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Arts & Culture ᐊᔨᐦᑐᐧᐃᓐ

Montreal First Peoples Festival wows record crowds with international flavours

BY Patrick Quinn Aug 30, 2019

“The women who did the haka – wow!”

Maori musician, Mama Mihirangi

As the sun set on another successful Montreal First Peoples Festival, held August 6-14, it was time to reflect on what was perhaps the biggest and best edition so far. This year saw an extra day of activities on the main stage at Place des Festivals, record-breaking attendance at numerous film screenings, and an expanded visual arts component at various galleries and venues.

“Everything was almost perfect,” co-founder André Dudemaine told the Nation after the previous night’s closing party, which celebrated 15 years of Wakiponi’s mobile filmmaking studios. “This year we have made another step further. We had more public, more stability and more attendance at each component of the festival.”

He was pleased about receiving coverage in the “mainstream colonial media” after years of being boycotted and negotiating a new agreement with the festival’s biggest sponsor, Quebecor. From the opening night’s world premiere of Santiago Bertolino’s documentary about Innu poet Natasha Kanapé Fontaine, Nin E Tepueian (My Cry), the festival attracted impressive crowds.

“It was really a great start – we had to turn away almost 100 people because it was a full house,” said Dudemaine. “Then the day after, to see 700 women following the haka workshop with Mihirangi, it was so beautiful to see that strength and those voices. This was one of the great moments of the festival.”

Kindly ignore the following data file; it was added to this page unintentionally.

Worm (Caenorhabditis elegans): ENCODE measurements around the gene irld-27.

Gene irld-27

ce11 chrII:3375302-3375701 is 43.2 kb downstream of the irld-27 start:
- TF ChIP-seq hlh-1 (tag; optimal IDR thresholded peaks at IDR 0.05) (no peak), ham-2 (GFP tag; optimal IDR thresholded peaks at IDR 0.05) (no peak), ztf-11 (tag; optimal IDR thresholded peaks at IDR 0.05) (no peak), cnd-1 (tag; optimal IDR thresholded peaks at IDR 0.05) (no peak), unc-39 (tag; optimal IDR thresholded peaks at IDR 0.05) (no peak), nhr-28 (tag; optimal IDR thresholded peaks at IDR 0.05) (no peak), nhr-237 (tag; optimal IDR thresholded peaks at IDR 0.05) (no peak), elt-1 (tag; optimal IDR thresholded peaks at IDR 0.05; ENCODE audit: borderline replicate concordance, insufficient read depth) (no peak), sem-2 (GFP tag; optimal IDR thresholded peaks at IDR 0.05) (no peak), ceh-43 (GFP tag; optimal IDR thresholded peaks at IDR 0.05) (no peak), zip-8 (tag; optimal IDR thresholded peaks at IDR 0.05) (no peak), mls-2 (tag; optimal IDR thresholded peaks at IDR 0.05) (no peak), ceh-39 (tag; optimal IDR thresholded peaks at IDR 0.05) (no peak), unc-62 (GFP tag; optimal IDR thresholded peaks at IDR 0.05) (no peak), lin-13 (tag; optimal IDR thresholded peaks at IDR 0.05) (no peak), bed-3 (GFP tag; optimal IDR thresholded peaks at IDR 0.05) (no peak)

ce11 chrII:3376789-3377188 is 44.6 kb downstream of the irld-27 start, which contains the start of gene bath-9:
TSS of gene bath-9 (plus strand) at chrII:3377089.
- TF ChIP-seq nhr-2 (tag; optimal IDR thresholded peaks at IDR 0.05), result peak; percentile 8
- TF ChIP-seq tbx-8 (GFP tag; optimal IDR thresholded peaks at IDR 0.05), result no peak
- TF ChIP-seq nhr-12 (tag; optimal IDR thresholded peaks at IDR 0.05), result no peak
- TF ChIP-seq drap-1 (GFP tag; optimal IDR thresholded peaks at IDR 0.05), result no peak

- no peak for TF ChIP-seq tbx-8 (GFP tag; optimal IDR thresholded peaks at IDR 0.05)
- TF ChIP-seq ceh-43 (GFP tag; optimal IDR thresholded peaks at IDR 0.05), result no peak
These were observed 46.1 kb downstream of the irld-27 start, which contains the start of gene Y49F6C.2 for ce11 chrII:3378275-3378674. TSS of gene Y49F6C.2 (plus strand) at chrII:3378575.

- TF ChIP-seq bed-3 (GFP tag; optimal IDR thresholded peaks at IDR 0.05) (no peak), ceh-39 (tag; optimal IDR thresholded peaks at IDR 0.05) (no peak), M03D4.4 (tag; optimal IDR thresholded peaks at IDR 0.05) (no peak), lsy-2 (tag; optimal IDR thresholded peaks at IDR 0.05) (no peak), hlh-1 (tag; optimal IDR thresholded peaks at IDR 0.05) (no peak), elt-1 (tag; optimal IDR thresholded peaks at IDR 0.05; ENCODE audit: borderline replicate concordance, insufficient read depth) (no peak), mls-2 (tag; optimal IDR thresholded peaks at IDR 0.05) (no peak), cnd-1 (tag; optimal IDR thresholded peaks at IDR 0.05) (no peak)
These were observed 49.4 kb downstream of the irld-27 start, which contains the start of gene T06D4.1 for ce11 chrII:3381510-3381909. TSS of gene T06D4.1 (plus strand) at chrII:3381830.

Dudemaine discovered the Maori musician and her traditional female dancers, Mama Mihirangi & the Mareikura, at an international music conference in Montreal last February. Besides two concerts on August 8, Mihirangi led an all-female workshop demonstrating the haka, a ceremonial dance or challenge characterized by its vigorous movements and fierce expressions.

“The women who did the haka – wow!” Mihirangi told the Nation. “The experience was just for connecting with themselves as women and seeing their power and courage. Cultural misappropriation is something that can happen out of these workshops, so I made clear this was not for them to perform at parties or teach anyone else. They honoured the agreement of being fully present in that moment and it meant a lot.”

Mihirangi sees herself as part of a global movement of Indigenous artists presenting ancestral earth-based practices in contemporary ways.

“I believe it’s becoming so celebrated right now because the masses are greatly disconnected from the earth,” said Mihirangi. “There’s more of a need right now for us to step up as Indigenous people and use our traditional beliefs and moral compass to help humanity through this period. It’s time to stand up powerfully, take a real risk prepared to be knocked down but still take that risk.”

Also fantastic was Katia Makdissi-Warren’s Nunavik-Mongolia throat singing show earlier that night, keeping audiences spellbound throughout the Place des Festivals. Unfortunately, the following night’s star-studded Nikamotan event with Lido Pimienta and Pierre Kwenders was beset by heavy rain, which started and ended precisely at the show’s scheduled time.

“This was sad because it was unique, specially made for this moment,” Dudemaine lamented. “The show must go on and it did but obviously the attendance was not what it would have been.”